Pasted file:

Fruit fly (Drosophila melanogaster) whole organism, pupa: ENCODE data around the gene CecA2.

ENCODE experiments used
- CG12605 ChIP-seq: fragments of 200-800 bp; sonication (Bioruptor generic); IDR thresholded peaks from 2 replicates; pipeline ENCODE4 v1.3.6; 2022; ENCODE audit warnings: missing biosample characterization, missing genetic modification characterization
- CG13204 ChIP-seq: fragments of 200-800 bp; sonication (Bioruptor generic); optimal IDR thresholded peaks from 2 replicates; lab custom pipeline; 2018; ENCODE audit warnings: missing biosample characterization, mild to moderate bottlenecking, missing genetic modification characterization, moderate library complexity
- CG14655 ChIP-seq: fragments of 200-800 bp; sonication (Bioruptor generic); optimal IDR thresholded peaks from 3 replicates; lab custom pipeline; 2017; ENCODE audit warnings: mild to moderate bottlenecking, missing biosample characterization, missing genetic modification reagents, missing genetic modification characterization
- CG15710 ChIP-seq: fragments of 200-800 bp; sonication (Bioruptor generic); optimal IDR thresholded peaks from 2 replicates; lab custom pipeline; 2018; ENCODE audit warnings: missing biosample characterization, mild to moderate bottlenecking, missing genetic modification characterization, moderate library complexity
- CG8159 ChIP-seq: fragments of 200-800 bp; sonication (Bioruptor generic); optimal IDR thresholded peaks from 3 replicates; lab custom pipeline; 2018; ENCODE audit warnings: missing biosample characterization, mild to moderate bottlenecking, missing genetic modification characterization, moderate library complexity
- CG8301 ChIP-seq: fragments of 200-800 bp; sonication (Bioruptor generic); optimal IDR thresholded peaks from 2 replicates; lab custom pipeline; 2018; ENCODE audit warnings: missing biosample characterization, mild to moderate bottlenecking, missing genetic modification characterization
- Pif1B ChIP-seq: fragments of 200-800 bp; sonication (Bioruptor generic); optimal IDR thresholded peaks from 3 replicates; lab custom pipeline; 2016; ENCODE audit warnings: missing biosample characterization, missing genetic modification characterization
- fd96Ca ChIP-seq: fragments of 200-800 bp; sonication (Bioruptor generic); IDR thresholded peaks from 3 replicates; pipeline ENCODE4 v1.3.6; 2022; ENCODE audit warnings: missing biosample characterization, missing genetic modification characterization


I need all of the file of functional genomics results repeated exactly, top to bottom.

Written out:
Fruit fly (Drosophila melanogaster) whole organism, pupa: ENCODE data around the gene CecA2.

ENCODE experiments used
- CG12605 ChIP-seq: fragments of 200-800 bp; sonication (Bioruptor generic); IDR thresholded peaks from 2 replicates; pipeline ENCODE4 v1.3.6; 2022; ENCODE audit warnings: missing biosample characterization, missing genetic modification characterization
- CG13204 ChIP-seq: fragments of 200-800 bp; sonication (Bioruptor generic); optimal IDR thresholded peaks from 2 replicates; lab custom pipeline; 2018; ENCODE audit warnings: missing biosample characterization, mild to moderate bottlenecking, missing genetic modification characterization, moderate library complexity
- CG14655 ChIP-seq: fragments of 200-800 bp; sonication (Bioruptor generic); optimal IDR thresholded peaks from 3 replicates; lab custom pipeline; 2017; ENCODE audit warnings: mild to moderate bottlenecking, missing biosample characterization, missing genetic modification reagents, missing genetic modification characterization
- CG15710 ChIP-seq: fragments of 200-800 bp; sonication (Bioruptor generic); optimal IDR thresholded peaks from 2 replicates; lab custom pipeline; 2018; ENCODE audit warnings: missing biosample characterization, mild to moderate bottlenecking, missing genetic modification characterization, moderate library complexity
- CG8159 ChIP-seq: fragments of 200-800 bp; sonication (Bioruptor generic); optimal IDR thresholded peaks from 3 replicates; lab custom pipeline; 2018; ENCODE audit warnings: missing biosample characterization, mild to moderate bottlenecking, missing genetic modification characterization, moderate library complexity
- CG8301 ChIP-seq: fragments of 200-800 bp; sonication (Bioruptor generic); optimal IDR thresholded peaks from 2 replicates; lab custom pipeline; 2018; ENCODE audit warnings: missing biosample characterization, mild to moderate bottlenecking, missing genetic modification characterization
- Pif1B ChIP-seq: fragments of 200-800 bp; sonication (Bioruptor generic); optimal IDR thresholded peaks from 3 replicates; lab custom pipeline; 2016; ENCODE audit warnings: missing biosample characterization, missing genetic modification characterization
- fd96Ca ChIP-seq: fragments of 200-800 bp; sonication (Bioruptor generic); IDR thresholded peaks from 3 replicates; pipeline ENCODE4 v1.3.6; 2022; ENCODE audit warnings: missing biosample characterization, missing genetic modification characterization